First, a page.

Atropa acaulis Stokes
Atropa humilis Salisb.
Atropa mandragora L.
Mandragora acaulis Gaertn.
Mandragora vernalis Bertol.
Mandragora autumnalis Bertol.
Mandragora foemina Thell.
Mandragora haussknechtii Heldr.
Mandragora microcarpa Bertol.
Mandragora officinalis Mill.
Common Name: Mandrake
Mandragora officinarum is a virtually stemless, herbaceous perennial plant forming a rosette of leaves from a deep, often branched taproot. The leaves are very variable in size but are generally up to 45cm long[
Mandrake has a very long history of medicinal use, based mainly on the range of alkaloids contained in its roots which can have hallucinogent and narcotic effects. It is little used in modern herbalism, though has been used as a source of compounds for the pharmaceutical industry[
]. The plant is sometimes grown as an ornamental or medicinal herb in gardens.
All parts of the plant, but especially the roots, contain a range of alkaloids and are poisonous[
]. Only slightly so according to one report[
], which is probably referring to the aerial parts since the roots can be highly toxic[
Mediterranean region - Portugal, Spain, Italy, the Balkans, Greece; Morocco, Algeria, Tunisia; Turkey, Syria, Lebanon, Israel, Jordan
Open woodland, deserted fields and stony places[
]. Open woodland, olive groves, fallow land, waysides, railway embankments, ruins, crevices; at elevations up to 1,200 metres[
|Cultivation Status||Ornamental, Wild
Mandragora officinarum is native to the Mediterranean region, where it experiences hot dry summers (when it dies back to the roots and becomes dormant) and moist, mild winters (when it actively grows). Plants can survive temperatures falling to about -15Â°c for short periods, so long as the plant is grown in well-drained soils[
]. The plant comes into growth in mid to late winter when grown in temperate areas, flowering in early spring and dying down before summer begins[
Prefers a deep humus-rich light soil and a sheltered position in full sun[
]. It also tolerates some shade[
]. Prefers a circumneutral soil[
] and dislikes chalk or gravel[
]. Plants are liable to rot in wet or ill-draining soils[
The roots are somewhat carrot-shaped and can be up to 1.2 metres long[
]. Plants are intolerant of root disturbance and should be put out into their permanent positions as soon as possible[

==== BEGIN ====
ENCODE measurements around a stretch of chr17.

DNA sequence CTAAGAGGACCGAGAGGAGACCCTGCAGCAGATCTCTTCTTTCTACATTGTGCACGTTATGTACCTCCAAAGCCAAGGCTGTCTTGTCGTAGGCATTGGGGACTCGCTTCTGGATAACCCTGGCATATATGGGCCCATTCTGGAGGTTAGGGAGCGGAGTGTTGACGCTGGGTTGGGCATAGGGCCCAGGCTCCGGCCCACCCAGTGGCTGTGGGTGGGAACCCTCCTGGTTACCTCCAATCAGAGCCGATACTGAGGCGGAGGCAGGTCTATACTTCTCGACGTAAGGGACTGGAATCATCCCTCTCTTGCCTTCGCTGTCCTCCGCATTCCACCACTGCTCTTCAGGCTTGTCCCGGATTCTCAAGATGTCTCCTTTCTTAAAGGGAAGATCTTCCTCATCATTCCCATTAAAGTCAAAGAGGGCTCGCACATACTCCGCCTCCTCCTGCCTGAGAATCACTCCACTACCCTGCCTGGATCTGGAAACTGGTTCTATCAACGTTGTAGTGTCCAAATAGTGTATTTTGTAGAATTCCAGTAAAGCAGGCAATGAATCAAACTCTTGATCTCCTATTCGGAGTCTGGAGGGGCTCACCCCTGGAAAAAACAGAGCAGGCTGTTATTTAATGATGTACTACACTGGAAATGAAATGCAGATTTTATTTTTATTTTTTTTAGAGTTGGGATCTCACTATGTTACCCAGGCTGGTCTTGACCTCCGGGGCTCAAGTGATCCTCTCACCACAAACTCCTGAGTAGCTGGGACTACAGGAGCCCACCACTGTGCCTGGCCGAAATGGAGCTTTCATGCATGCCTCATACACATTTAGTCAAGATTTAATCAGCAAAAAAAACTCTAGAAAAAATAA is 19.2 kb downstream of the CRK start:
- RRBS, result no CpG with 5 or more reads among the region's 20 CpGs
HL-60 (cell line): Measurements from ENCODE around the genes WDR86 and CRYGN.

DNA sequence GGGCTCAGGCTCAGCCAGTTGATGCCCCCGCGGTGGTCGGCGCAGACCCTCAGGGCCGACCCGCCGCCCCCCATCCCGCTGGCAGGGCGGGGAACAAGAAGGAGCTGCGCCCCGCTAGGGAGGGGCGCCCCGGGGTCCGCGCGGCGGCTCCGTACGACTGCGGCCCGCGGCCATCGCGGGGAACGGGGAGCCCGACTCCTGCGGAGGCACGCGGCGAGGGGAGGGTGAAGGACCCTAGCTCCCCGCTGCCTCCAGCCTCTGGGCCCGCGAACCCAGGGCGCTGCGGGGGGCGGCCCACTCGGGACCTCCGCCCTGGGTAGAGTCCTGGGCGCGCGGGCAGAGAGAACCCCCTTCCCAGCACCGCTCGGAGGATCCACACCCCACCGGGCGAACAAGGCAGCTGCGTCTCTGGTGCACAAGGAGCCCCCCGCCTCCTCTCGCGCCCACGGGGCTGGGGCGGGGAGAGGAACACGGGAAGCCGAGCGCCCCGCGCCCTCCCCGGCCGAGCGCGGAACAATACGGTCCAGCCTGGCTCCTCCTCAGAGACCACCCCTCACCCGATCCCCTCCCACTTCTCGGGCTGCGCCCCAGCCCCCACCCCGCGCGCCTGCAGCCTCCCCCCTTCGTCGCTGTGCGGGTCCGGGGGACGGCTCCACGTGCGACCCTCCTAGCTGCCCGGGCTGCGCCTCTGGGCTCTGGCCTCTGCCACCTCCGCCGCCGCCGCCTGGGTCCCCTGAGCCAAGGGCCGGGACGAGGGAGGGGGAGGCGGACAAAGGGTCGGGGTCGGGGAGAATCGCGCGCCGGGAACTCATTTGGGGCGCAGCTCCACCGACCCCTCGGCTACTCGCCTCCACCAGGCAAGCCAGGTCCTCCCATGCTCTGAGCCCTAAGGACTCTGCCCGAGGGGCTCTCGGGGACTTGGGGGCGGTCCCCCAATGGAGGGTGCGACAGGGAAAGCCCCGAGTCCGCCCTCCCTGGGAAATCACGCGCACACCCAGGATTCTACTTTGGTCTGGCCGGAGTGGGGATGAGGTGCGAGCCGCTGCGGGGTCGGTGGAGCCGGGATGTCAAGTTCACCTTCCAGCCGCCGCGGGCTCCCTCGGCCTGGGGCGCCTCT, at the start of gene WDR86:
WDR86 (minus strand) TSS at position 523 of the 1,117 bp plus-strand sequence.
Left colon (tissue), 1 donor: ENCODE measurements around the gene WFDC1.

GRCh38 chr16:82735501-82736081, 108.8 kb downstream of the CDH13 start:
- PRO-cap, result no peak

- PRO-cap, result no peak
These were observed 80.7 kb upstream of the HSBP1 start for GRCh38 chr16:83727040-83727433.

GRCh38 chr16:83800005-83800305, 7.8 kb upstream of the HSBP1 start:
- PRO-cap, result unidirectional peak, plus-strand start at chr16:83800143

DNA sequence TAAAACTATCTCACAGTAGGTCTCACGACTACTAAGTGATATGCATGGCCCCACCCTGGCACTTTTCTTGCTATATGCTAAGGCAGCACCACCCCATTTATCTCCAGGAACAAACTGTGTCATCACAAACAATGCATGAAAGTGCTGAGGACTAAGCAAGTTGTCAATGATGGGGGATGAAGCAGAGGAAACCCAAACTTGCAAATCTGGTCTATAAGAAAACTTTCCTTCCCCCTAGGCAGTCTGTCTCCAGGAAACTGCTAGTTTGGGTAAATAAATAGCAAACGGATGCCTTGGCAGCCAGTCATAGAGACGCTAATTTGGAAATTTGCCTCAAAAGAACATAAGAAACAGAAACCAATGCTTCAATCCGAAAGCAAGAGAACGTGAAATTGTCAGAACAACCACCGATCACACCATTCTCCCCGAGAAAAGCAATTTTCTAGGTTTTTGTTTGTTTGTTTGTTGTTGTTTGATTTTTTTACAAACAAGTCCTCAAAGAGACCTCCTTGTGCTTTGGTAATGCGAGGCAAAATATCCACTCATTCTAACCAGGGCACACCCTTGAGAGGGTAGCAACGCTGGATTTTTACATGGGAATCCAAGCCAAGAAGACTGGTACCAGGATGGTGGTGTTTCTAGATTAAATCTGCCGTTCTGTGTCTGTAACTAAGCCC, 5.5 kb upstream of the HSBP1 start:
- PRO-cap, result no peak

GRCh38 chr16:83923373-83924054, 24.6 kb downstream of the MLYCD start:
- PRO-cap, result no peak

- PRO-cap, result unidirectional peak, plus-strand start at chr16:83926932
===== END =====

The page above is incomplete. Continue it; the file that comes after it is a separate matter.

The root often divides into two and is vaguely suggestive of the human body. In the past it was frequently made into amulets which were believed to bring good fortune, cure sterility etc[
There is a superstition that if a person pulls up this root they will be condemned to hell[
]. Therefore in the past people have tied the roots to the bodies of animals and then used these animals in order to pull the roots out of the soil.
Fruit - raw or cooked[
]. A delicacy[
]. The glossy yellow to orange, globose to ellipsoid fruit can be 5 - 40mm in diameter[
]. The fruit is about the size of a small apple, with a strong apple-like scent[
Some caution is advised in the use of this fruit, it is quite possibly poisonous. See notes above on toxicity[
Mandrake has a long history of medicinal use, though superstition has played a large part in the uses it has been applied to. It is rarely prescribed in modern herbalism[
], though it contains hyoscine which is the standard pre-operative medication given to soothe patients and reduce bronchial secretions[
]. It is also used to treat travel sickness[
The fresh or dried root contains highly poisonous alkaloids and is cathartic, strongly emetic, hallucinogenic and narcotic[
]. In sufficient quantities it induces a state of oblivion and was used as an anaesthetic for operations in early surgery[
]. It was much used in the past for its anodyne and soporific properties[
]. In the past, juice from the finely grated root was applied externally to relieve rheumatic pains, ulcers and scrofulous tumours[
]. It was also used internally to treat melancholy, convulsions and mania[
]. When taken internally in large doses, however, it is said to excite delirium and madness[
The root should be used with caution, and only under the supervision of a qualified practitioner[
]. See the notes above on toxicity.
The leaves are harmless and cooling. They have been used for making ointments and other external applications to ulcers etc[
Seed - best sown in a cold frame in the autumn[
]. The seed can also be sown in spring in a cold frame. When they are large enough to handle, prick the seedlings out into individual pots and grow them on in the greenhouse for at least their first winter. Plant them out into their permanent positions in late spring or early summer, after the last expected frosts.
Root cuttings in winter[
Division. This can be rather difficult since the plants resent root disturbance.